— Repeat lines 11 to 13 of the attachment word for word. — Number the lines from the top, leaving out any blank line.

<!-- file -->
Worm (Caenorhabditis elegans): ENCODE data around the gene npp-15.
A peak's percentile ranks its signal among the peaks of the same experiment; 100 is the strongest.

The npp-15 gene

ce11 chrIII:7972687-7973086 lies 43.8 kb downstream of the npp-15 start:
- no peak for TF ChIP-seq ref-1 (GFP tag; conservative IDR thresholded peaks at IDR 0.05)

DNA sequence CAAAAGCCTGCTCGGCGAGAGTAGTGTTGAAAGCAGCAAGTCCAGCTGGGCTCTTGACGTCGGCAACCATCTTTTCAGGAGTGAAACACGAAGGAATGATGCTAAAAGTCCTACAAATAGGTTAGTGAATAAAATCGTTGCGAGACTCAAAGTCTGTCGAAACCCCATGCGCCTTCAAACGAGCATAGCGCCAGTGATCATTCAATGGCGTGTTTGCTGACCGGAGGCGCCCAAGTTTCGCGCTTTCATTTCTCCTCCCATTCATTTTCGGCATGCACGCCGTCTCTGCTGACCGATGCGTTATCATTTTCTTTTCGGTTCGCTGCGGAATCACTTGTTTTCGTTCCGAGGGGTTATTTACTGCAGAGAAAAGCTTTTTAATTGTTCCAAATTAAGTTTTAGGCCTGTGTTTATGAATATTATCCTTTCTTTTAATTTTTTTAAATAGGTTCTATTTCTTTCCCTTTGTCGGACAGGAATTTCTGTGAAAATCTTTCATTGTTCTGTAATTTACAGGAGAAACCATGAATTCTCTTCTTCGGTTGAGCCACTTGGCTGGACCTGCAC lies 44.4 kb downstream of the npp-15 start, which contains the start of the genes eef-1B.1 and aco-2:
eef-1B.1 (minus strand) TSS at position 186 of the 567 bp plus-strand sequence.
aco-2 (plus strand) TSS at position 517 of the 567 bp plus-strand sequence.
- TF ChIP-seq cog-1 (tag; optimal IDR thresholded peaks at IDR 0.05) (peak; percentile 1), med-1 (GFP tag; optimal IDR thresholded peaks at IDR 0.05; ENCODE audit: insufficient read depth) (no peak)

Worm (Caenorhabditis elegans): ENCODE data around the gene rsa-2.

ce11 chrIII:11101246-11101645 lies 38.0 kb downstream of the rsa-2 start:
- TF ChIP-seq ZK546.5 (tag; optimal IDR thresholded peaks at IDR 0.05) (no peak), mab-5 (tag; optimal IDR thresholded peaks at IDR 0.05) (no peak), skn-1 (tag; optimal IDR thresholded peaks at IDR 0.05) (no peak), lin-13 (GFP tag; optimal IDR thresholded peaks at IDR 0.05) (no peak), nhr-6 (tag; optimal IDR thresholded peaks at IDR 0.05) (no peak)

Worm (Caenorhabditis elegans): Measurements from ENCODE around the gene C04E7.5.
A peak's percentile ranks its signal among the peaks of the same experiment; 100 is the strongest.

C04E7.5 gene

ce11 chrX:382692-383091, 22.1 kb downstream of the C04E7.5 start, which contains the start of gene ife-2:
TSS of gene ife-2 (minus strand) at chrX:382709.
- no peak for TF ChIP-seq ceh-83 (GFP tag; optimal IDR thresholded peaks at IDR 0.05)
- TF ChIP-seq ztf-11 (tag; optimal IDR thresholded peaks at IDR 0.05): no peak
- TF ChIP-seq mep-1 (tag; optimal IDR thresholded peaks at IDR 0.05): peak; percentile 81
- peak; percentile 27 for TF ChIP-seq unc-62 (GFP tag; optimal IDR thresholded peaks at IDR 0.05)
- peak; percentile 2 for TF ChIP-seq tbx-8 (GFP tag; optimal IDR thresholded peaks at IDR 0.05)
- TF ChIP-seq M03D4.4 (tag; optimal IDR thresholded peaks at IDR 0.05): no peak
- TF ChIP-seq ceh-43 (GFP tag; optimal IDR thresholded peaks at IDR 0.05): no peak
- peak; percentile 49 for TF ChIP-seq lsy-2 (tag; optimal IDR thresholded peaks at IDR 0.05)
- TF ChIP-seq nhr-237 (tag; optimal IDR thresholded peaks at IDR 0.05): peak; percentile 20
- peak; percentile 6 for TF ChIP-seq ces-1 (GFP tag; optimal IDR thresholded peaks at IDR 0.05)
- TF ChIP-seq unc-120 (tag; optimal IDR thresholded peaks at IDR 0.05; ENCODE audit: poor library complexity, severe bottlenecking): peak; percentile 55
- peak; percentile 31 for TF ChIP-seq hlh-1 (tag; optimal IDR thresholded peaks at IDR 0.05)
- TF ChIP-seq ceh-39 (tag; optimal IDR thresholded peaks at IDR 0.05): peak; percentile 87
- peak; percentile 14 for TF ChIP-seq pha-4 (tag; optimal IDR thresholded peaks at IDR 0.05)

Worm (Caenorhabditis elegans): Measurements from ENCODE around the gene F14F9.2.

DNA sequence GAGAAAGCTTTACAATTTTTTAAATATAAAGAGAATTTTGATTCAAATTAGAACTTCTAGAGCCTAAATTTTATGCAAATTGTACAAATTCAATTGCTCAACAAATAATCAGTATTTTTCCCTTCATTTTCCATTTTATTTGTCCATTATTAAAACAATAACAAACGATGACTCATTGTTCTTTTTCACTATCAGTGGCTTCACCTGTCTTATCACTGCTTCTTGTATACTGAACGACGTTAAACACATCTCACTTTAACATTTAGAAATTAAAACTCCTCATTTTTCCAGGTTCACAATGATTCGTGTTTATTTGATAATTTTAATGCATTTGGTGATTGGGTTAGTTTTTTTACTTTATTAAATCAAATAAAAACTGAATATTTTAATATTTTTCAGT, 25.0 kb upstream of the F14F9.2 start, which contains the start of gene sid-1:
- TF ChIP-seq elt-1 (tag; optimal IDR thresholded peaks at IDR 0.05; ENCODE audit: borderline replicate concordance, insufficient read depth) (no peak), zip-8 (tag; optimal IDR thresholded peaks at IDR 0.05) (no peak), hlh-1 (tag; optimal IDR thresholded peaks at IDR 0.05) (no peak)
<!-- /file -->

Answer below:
ce11 chrIII:11101246-11101645 lies 38.0 kb downstream of the rsa-2 start:
- TF ChIP-seq ZK546.5 (tag; optimal IDR thresholded peaks at IDR 0.05) (no peak), mab-5 (tag; optimal IDR thresholded peaks at IDR 0.05) (no peak), skn-1 (tag; optimal IDR thresholded peaks at IDR 0.05) (no peak), lin-13 (GFP tag; optimal IDR thresholded peaks at IDR 0.05) (no peak), nhr-6 (tag; optimal IDR thresholded peaks at IDR 0.05) (no peak)

Worm (Caenorhabditis elegans): Measurements from ENCODE around the gene C04E7.5.